I had the pleasure of talking with my longtime friend Sully on his podcast on the LockedOn network. Comedian, TV producer and creator of the Sully Baseball Podcast Paul Francis "Sully" Sullivan is the host of LockedOnMLB, a podcast that covers all of Major League Baseball. 

Of course, we talked about Curveball at the Crossroads, then we discussed the Tampa Bay Rays, both on the field and off the field statuses.

I highly recommend Sully's podcast. He has a passion for the game and such a wide array of interests - check out how our conversation veered to Star Wars - and amazing knowledge of baseball. 

Here is the link: Locked On MLB - Daily Podcast On Major League Baseball

Saturday, July 17, 2021

Curveball at the Crossroads on the Spike on the Mic Show

Spike on the Mic is a longtime radio show in Tampa and Spike has been around the radio scene for years. A few weeks ago, I ran into Spike at a local sports bar and we talked about me being on his show. After weeks of scheduling, I made my first appearance.

Spike on the Mic is a fun show that covers weird and unusual headlines and has humorous banter between a bevy of hosts. I felt right at home talking with them. In the final minutes, I told them about my book, which most of the hosts were excited to hear about.

Thanks again to Spike for having me on and I hope to be on again soon!

Here is the link to the Spike on the Mic Show featuring Curveball at the Crossroads.

Friday, June 25, 2021

Curveball at the Crossroads is now available at Mojo Books and Records

I am very happy to announce that Curveball at the Crossroads is now available at Mojo Books and Music in Tampa, Florida. You can find the book in the local authors section and every copy available at Mojo Books and Records is signed by the author (me).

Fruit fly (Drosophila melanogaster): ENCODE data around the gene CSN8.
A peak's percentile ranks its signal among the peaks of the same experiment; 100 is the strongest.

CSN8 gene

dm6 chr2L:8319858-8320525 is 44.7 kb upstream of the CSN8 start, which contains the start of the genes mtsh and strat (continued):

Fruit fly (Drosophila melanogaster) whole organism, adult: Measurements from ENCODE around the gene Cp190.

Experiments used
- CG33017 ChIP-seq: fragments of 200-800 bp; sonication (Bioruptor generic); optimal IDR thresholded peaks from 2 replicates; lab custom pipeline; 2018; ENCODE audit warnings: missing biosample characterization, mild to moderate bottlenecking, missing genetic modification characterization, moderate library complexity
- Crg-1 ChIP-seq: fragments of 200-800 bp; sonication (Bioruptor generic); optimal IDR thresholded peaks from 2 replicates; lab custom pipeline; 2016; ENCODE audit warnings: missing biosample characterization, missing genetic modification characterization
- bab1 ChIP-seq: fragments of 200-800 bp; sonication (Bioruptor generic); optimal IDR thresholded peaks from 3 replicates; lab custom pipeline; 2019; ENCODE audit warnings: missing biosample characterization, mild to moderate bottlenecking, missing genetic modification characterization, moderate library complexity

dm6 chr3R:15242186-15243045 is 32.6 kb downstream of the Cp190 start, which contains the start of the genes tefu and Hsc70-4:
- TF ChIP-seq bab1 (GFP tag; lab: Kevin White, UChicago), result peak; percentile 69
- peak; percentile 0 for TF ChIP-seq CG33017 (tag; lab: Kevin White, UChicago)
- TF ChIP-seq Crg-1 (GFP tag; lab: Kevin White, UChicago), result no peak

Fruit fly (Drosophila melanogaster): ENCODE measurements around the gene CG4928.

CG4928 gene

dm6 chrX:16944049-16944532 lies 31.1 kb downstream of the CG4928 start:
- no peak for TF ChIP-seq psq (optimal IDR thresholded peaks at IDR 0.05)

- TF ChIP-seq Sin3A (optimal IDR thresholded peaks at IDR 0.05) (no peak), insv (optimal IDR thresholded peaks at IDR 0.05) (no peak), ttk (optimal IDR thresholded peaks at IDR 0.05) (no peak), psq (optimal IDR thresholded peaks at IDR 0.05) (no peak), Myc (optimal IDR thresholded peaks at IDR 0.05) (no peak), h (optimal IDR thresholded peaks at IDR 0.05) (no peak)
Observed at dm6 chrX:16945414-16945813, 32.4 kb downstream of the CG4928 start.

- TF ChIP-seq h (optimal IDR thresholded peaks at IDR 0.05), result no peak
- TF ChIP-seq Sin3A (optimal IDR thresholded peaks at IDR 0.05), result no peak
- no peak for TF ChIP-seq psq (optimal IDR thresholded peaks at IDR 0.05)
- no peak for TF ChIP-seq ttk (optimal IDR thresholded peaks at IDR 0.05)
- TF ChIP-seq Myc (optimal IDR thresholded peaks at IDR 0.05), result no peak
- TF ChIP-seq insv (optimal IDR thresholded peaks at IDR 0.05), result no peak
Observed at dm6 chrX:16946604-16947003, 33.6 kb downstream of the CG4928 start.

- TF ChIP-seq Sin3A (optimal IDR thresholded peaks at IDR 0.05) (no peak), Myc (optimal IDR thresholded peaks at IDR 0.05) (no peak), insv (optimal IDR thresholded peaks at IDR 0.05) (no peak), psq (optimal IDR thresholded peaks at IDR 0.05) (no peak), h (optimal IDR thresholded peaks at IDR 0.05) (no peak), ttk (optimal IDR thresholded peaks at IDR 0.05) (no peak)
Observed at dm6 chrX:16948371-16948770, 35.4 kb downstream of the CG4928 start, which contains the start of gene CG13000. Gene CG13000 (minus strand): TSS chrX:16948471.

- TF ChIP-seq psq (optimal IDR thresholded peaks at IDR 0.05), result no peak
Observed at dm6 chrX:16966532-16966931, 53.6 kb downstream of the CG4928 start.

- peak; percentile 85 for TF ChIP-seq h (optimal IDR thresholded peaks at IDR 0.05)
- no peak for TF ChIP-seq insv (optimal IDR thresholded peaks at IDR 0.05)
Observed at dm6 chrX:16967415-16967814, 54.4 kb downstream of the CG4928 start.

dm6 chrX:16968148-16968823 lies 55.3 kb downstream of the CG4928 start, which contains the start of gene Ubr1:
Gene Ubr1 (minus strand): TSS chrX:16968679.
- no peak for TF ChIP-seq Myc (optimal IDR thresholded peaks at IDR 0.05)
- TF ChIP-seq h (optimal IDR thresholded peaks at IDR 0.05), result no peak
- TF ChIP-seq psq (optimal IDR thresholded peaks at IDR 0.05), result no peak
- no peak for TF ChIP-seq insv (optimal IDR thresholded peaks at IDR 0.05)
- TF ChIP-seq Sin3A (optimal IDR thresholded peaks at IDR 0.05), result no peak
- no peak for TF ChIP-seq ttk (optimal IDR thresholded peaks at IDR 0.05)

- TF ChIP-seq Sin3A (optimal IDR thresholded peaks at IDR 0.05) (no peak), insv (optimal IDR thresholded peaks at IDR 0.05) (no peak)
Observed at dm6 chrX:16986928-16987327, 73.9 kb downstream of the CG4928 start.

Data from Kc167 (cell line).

Mojo Books and Records is a perfect first place to sell Curveball at the Crossroads as it is also a used music store. Given the blues music inspirations in Curveball at the Crossroads, that's perfect.

Mojo Books and Music is located at 2540 E Fowler Ave, University Center Shopping Plaza, Tampa, FL 33612-6271.

Friday, June 18, 2021

The Funniest Book About The Man Ever

Almost two years ago, I self-published a little joke book that detailed everything The Man did to make lives miserable.

The book didn't do great sales - I blame The Man - but I have been able to share it with a few celebrities to include comic Cristela Alonzo and rapper extraordinaire RA The Rugged Man.

The Man Makes You Work is still available on Amazon for the low price of $7.50 paperback or kindle for $4.95 or free if you have Kindle Unlimited.

That's a great deal for a fun, fantastic read.


Saturday, May 22, 2021

My Grandfather and My Favorite Nirvana Song

I recently posted my thoughts about my Grandfather, who passed away last week. While I will always have pictures and memories to remember him, there is also a song by Nirvana that brings a smile to my face every time I hear it.

The first time I heard "Sliver", it was on MTV in the mid-1990s. I was familiar with Nirvana's bigger hits such as "Smells Like Teen Spirit", "Come As You Are", etc, but I had never heard this raw, punk-like Nirvana song. I wasn't even sure what album it was on (1994's Incesticide, I would find out. Although it was a single released during Nirvana's earlier days with SubPop Records.)

Sliver stayed in my memory for a long time as in those pre-internet days, trying to find a song you heard once was fairly difficult. Today, I would have searched YouTube for 10 minutes and found it. It wasn't until I found a bootleg copy of "The Best of Nirvana" at a vendor table in Bosnia-Herzegovina in 1998 that I finally owned the song I heard years earlier.

First, the video, then I will discuss why this song means so much to me.